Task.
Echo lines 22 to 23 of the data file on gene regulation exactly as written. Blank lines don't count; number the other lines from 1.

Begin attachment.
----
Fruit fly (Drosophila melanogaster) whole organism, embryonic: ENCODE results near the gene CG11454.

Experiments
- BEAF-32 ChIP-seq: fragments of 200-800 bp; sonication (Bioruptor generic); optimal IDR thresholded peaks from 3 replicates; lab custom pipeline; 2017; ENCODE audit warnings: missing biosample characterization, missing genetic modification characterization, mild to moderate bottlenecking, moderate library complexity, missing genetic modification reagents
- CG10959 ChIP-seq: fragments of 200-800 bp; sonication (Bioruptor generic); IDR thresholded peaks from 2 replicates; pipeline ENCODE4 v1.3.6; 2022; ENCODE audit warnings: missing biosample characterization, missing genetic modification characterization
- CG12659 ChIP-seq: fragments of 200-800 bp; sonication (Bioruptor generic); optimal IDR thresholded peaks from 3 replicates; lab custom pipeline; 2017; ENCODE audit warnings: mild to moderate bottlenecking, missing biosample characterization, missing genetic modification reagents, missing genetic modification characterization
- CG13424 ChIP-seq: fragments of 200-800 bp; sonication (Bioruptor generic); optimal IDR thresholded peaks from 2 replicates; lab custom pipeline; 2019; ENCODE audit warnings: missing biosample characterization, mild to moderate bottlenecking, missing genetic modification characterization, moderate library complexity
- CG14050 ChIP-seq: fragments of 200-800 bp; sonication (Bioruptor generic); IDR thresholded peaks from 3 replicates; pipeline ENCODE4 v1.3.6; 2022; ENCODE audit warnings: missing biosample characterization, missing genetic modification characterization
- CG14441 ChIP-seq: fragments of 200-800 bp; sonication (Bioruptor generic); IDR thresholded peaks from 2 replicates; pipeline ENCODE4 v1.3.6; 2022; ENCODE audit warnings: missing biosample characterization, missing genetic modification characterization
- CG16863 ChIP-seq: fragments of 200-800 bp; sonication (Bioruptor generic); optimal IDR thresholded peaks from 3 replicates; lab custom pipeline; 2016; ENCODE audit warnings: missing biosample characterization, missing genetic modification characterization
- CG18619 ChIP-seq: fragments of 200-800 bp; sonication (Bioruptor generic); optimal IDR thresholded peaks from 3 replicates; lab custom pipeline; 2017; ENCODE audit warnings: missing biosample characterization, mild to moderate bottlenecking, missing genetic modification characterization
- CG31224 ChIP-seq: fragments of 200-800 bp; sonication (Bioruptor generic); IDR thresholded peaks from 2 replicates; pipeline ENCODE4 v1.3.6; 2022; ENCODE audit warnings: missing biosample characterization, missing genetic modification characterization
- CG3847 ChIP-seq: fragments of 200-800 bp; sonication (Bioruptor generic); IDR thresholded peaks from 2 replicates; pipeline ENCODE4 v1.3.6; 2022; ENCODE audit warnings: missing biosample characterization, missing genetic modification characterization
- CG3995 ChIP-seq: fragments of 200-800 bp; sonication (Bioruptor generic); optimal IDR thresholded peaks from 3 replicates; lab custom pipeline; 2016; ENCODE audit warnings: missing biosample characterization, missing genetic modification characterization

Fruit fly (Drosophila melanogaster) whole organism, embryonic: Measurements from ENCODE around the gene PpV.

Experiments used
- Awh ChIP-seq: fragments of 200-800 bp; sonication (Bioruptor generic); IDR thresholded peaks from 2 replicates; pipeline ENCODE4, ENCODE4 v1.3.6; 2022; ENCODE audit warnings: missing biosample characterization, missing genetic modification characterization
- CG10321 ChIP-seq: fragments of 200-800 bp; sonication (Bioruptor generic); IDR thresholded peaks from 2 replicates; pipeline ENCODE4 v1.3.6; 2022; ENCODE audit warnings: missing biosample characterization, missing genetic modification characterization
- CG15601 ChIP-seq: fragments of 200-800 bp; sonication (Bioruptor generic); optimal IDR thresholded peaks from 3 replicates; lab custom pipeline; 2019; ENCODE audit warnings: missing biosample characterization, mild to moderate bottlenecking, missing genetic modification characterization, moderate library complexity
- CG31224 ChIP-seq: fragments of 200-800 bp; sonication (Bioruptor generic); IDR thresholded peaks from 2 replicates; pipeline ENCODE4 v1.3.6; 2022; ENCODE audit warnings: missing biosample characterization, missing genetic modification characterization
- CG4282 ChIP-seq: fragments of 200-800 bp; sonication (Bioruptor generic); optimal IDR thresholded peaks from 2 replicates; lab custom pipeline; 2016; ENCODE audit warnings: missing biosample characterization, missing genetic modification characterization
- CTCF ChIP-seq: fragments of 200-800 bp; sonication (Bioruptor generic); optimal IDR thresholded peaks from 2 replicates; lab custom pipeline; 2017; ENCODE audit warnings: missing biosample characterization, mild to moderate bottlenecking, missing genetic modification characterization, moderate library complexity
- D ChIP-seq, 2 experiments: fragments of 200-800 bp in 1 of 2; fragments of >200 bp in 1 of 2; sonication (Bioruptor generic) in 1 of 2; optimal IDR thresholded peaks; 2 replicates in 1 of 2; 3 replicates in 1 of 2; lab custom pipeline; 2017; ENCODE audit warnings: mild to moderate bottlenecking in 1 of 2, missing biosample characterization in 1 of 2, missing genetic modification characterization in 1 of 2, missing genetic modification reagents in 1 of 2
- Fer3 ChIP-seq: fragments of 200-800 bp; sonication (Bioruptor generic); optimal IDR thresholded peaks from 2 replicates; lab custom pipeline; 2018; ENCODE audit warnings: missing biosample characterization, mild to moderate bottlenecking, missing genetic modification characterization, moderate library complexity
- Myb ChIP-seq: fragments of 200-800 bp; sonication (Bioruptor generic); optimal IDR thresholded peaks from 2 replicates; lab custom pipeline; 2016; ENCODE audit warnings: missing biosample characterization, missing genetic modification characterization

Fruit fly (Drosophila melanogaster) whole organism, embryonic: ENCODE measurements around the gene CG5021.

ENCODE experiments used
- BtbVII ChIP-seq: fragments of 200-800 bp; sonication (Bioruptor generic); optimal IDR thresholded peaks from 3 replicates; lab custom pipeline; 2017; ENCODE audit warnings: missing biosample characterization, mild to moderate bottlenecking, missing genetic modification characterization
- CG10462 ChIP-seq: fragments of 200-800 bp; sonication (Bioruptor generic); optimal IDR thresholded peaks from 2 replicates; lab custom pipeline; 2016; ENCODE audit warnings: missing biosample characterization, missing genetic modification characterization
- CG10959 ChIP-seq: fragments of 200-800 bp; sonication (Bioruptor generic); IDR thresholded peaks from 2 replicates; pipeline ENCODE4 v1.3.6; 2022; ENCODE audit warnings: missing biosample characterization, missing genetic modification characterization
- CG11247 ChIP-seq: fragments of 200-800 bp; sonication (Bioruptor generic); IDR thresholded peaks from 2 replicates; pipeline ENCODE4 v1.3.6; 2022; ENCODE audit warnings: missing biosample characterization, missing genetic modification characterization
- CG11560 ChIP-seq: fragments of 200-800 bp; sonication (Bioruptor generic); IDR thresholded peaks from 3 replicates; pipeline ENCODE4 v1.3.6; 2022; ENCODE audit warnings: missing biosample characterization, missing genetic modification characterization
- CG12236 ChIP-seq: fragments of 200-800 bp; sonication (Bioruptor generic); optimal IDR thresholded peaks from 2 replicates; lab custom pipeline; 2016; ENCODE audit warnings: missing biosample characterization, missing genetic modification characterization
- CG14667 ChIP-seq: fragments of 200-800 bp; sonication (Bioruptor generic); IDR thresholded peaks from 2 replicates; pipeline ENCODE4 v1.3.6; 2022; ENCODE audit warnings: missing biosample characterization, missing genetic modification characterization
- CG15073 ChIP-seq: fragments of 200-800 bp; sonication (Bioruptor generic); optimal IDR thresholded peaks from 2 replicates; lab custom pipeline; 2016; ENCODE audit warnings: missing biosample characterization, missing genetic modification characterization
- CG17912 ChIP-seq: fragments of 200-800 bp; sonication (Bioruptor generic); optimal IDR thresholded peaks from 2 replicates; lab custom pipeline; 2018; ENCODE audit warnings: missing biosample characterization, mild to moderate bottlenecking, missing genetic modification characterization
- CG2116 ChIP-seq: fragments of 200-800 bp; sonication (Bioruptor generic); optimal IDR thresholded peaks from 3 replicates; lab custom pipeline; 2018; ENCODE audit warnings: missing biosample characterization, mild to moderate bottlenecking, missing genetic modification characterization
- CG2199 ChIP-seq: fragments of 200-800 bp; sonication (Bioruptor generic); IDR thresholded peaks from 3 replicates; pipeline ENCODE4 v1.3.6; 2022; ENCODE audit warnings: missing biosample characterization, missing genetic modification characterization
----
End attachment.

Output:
- D ChIP-seq, 2 experiments: fragments of 200-800 bp in 1 of 2; fragments of >200 bp in 1 of 2; sonication (Bioruptor generic) in 1 of 2; optimal IDR thresholded peaks; 2 replicates in 1 of 2; 3 replicates in 1 of 2; lab custom pipeline; 2017; ENCODE audit warnings: mild to moderate bottlenecking in 1 of 2, missing biosample characterization in 1 of 2, missing genetic modification characterization in 1 of 2, missing genetic modification reagents in 1 of 2
- Fer3 ChIP-seq: fragments of 200-800 bp; sonication (Bioruptor generic); optimal IDR thresholded peaks from 2 replicates; lab custom pipeline; 2018; ENCODE audit warnings: missing biosample characterization, mild to moderate bottlenecking, missing genetic modification characterization, moderate library complexity